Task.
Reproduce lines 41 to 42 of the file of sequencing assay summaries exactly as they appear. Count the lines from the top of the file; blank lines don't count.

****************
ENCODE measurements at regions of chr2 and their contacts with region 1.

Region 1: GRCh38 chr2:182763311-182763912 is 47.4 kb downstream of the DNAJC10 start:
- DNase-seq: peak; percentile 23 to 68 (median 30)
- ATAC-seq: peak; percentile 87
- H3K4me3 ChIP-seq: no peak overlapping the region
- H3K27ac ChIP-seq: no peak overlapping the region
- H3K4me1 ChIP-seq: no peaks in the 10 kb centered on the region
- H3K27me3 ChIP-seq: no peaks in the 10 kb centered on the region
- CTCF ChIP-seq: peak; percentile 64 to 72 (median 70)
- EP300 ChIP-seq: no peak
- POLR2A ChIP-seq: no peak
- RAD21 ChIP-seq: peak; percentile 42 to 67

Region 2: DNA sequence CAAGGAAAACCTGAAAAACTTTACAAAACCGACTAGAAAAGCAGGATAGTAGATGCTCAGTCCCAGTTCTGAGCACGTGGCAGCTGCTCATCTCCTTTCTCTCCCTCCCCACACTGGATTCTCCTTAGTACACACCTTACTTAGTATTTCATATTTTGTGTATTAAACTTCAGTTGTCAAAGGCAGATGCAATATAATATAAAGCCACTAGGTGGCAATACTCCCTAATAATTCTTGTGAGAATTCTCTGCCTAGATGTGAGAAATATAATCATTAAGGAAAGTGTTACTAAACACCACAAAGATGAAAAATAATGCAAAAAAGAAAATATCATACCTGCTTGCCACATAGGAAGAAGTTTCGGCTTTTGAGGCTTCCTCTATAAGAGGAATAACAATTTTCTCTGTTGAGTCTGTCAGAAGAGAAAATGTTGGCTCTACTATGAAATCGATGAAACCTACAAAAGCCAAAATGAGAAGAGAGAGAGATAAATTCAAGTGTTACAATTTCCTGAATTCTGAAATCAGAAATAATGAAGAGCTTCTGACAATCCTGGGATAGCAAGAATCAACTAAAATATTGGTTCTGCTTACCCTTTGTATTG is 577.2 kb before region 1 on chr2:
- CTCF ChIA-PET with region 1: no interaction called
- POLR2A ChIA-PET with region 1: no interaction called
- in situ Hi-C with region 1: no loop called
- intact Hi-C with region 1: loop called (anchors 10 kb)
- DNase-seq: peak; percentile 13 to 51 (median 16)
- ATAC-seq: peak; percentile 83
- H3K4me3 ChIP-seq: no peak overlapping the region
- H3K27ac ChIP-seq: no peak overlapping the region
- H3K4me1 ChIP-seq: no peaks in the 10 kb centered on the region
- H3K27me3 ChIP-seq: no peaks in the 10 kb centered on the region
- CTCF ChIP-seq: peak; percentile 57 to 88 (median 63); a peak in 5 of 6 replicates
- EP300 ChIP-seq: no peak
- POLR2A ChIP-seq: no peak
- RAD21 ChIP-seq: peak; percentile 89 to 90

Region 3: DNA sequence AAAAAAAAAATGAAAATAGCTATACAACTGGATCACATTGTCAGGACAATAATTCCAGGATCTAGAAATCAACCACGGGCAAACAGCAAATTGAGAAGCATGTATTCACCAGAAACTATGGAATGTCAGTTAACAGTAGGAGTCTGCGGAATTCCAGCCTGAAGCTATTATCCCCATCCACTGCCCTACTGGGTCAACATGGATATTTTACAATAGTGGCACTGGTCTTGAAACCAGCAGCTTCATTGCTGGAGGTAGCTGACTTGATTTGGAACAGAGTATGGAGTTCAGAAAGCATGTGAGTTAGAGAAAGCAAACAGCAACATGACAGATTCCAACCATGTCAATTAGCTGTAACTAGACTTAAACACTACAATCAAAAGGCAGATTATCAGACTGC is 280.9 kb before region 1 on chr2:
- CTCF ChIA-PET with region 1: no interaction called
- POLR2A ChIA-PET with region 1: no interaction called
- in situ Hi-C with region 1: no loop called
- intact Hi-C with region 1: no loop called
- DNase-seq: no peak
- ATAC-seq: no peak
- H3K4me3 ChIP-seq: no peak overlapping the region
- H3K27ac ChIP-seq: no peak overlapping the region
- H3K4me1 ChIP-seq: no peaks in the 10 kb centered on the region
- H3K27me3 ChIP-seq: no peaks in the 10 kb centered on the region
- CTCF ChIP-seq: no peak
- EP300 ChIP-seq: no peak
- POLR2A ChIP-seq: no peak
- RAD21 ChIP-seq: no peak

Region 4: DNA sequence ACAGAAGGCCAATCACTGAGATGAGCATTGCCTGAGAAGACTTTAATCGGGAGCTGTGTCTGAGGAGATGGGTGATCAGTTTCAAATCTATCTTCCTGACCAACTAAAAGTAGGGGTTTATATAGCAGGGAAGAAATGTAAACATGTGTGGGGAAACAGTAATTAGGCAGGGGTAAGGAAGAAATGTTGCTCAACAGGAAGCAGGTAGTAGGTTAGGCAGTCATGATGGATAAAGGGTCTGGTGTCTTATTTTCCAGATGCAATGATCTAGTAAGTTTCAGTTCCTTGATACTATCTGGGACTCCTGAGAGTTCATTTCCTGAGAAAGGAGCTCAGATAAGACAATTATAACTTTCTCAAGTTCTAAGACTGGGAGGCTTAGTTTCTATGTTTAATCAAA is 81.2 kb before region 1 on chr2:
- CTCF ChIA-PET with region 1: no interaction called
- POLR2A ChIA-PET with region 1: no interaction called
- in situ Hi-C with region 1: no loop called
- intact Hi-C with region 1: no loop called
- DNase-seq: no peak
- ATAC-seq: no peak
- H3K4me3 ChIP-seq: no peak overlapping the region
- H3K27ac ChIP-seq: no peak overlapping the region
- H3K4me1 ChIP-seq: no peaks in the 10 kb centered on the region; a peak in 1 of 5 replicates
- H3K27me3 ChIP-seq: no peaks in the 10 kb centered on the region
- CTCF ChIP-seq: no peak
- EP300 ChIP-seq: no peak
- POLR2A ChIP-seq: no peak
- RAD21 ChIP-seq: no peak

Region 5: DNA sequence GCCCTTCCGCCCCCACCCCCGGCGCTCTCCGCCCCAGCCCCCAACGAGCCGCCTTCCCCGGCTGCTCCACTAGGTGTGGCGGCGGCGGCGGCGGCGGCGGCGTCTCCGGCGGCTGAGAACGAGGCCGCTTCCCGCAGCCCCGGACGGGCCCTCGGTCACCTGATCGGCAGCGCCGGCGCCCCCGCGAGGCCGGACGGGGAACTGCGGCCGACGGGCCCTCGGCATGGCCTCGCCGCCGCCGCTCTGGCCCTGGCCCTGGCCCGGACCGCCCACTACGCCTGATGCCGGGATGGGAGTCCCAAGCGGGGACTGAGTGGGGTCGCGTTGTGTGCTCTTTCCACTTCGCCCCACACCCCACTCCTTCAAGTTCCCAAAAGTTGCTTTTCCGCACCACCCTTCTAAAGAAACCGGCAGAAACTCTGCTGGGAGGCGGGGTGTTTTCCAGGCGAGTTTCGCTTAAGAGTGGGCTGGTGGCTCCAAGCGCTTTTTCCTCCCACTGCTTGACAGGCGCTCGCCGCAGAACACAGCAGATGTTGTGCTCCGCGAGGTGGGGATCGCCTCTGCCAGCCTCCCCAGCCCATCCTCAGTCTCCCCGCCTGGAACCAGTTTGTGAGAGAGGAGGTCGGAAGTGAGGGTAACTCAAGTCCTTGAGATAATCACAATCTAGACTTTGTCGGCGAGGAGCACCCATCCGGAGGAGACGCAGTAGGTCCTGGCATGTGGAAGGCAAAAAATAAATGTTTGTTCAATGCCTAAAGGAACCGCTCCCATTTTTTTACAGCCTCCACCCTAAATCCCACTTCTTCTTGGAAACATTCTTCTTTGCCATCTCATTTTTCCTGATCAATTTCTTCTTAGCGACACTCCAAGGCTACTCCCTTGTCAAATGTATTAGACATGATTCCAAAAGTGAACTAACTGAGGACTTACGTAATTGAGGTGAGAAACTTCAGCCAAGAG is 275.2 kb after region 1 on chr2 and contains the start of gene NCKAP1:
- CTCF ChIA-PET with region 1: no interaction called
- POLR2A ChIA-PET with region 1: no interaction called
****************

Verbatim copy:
- POLR2A ChIP-seq: no peak
- RAD21 ChIP-seq: no peak